The canyon's gray granite walls glistened as Ayers hiked through a chilly afternoon rain past concrete bridge abutments that suspended Lowe's railway tracks over the edge of the canyon. At the streambed, Ayers pulled yellow explosive detonation cord out of streambed debris and repeated his contention that improper blasting had caused the original rockslide.

But Rubio Canon officials deny that blasting was done to create the pipe notch. Water association board President Janet Fahey said Wednesday that repair crews had a permit to dig out and discard rock debris in the canyon.

Fahey said she and others had thought all along that nature would take its course and sweep the rocks away from the waterfalls.

"The Forest Service said it could take 50 years for that to happen. They thought that was unacceptable," Fahey said.

"To my mind, I think part of the problem is human life is too short: We don't get to think in more geologic terms. The story that has been brought home to me by this is that the San Gabriel Mountains are eroding all the time and rocks are constantly falling."

Fahey said water drawn from Rubio Canyon is the company's best and cheapest source to supply its 3,000 customers. She said pipes bringing water to the area already run at full capacity.

"At this point, I have no plans to relinquish those water rights," she said. "But I don't know what the Forest Service is going to do, or what Paul Ayers is going to do."

Kathy Peterson, assistant public affairs officer for the Angeles National Forest, said it was too soon to determine what her agency's position would be. She said the debris in the canyon bottom is unstable and likely to be moved farther downstream and thinned out during the normal winter rainy season.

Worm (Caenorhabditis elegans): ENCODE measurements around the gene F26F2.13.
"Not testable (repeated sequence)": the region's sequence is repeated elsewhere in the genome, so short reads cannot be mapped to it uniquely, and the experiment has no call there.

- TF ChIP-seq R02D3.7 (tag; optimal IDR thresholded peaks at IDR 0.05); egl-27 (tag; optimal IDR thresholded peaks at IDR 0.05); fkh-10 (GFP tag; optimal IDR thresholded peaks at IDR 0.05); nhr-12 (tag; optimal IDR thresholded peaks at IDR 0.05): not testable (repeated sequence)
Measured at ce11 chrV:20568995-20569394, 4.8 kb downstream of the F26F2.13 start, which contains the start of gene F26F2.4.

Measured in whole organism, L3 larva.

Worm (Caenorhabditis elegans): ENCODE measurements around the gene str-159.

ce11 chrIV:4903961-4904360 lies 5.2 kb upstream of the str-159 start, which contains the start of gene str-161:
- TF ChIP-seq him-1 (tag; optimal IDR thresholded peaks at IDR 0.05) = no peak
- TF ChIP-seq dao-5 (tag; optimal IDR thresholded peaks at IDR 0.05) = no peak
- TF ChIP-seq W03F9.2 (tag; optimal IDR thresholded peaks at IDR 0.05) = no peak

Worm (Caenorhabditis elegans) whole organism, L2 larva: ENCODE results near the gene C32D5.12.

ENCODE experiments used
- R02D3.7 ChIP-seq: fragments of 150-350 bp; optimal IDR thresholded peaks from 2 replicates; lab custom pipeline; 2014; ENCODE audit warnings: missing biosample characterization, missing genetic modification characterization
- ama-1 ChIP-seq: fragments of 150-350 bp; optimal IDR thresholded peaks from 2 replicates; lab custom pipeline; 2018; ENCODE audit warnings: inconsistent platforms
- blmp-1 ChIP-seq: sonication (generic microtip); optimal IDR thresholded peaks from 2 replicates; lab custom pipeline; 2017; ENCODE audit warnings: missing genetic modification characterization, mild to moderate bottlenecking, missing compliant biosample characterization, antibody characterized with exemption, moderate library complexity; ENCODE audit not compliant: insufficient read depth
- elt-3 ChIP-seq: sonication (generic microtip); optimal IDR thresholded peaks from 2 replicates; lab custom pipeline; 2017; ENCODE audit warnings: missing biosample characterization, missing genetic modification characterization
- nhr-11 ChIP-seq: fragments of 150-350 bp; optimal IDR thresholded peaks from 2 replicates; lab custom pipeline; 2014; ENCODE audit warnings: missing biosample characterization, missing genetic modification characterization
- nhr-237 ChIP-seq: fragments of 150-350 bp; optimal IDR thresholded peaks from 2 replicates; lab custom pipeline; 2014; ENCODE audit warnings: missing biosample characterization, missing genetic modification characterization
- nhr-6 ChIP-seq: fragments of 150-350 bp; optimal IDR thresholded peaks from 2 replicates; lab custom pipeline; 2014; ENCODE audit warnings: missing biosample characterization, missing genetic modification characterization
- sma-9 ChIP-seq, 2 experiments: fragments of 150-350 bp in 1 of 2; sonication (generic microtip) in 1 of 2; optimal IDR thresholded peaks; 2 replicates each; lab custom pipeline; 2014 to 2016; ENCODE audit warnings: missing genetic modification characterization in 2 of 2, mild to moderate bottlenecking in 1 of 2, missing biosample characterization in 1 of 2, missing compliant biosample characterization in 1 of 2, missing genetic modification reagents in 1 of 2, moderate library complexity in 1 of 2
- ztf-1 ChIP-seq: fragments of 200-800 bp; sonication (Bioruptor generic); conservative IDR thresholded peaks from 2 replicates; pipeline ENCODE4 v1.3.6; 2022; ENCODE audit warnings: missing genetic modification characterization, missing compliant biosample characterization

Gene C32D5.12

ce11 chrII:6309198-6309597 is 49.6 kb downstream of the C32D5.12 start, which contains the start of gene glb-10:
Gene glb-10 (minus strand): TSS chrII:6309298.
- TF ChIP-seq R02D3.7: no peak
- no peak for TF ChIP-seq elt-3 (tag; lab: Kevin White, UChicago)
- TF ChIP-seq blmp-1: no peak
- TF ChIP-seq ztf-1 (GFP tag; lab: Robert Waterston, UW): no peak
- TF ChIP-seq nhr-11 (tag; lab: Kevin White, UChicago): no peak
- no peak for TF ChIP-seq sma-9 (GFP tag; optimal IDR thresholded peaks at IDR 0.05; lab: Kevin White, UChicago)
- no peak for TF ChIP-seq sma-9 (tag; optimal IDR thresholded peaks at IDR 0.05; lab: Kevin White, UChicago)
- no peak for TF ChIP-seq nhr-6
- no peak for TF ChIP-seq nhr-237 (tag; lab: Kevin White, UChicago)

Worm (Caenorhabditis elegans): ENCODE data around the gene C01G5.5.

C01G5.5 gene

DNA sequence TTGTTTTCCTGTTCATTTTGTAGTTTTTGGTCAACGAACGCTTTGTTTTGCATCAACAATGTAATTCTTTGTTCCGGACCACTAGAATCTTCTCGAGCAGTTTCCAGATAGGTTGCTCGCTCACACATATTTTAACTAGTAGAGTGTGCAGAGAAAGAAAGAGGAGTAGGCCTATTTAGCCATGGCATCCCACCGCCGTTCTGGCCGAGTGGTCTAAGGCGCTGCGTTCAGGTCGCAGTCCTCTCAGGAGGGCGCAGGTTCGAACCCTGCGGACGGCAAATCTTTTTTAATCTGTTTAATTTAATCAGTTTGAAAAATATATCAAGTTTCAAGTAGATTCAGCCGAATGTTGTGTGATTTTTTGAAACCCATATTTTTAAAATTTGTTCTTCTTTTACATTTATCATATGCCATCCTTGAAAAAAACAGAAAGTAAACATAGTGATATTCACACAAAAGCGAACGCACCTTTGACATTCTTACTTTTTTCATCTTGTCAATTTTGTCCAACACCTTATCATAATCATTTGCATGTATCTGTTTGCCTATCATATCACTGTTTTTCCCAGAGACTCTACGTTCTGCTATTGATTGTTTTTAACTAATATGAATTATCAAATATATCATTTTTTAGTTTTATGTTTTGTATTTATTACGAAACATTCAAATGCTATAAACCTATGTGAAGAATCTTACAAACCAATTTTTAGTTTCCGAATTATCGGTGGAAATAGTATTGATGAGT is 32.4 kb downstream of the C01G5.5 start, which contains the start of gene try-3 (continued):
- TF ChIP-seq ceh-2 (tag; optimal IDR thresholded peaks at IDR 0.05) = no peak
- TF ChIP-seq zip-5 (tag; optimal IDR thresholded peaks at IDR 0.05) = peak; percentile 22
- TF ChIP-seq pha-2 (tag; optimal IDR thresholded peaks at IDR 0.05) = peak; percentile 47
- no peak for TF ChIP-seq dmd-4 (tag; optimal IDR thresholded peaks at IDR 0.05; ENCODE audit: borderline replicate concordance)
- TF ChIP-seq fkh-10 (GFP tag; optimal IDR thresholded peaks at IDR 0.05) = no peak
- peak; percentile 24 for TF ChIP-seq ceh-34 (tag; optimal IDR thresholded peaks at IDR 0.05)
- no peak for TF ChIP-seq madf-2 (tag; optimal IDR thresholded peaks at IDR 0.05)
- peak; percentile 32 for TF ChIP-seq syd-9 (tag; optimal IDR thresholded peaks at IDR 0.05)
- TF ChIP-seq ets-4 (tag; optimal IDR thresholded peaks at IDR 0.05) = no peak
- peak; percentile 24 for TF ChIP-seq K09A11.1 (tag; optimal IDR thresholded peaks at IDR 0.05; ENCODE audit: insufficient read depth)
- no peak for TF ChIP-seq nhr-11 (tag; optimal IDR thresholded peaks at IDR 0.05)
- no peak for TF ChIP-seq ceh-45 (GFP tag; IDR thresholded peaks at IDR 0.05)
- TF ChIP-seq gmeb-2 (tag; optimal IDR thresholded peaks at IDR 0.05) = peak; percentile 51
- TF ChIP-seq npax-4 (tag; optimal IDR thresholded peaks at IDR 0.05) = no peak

"We have to assess what we have going on out there," Peterson said Wednesday afternoon. "Whatever we do out there, we'll decide in an open forum."

October 23, 2004


August 2, 2008

 “The Floating Boulder”-When the Rubio Canyon debris pile collapsed on the night of October 20, 2004, ~20,000 cubic yards of fragmented granite  mobilized and began to flow down towards the Rubio debris basin.  The flow was mainly composed of small material but some of the pieces were quite large like the “floating boulder”, which I estimate weighs 5-7 tons, discovered just above the pavilion site.  The boulder was almost certainly part of the debris pile, and when it failed, floated along the top of the debris flow “like a raisin in pudding” for about 300 yards.  The first photo shows the boulder on October 23, 2004 sitting on about 4-5’ of debris flow; atop the boulder is Dr. Michael Reibel, behind is Bob Berger and an unknown woman.  The torrential rains of January 2005 washed most of the smaller material down to the debris basin but the boulder remained.  Shown here on  it now resides more or less at stream bed level; on top is Anne, to the left is Jason.

Paul Ayers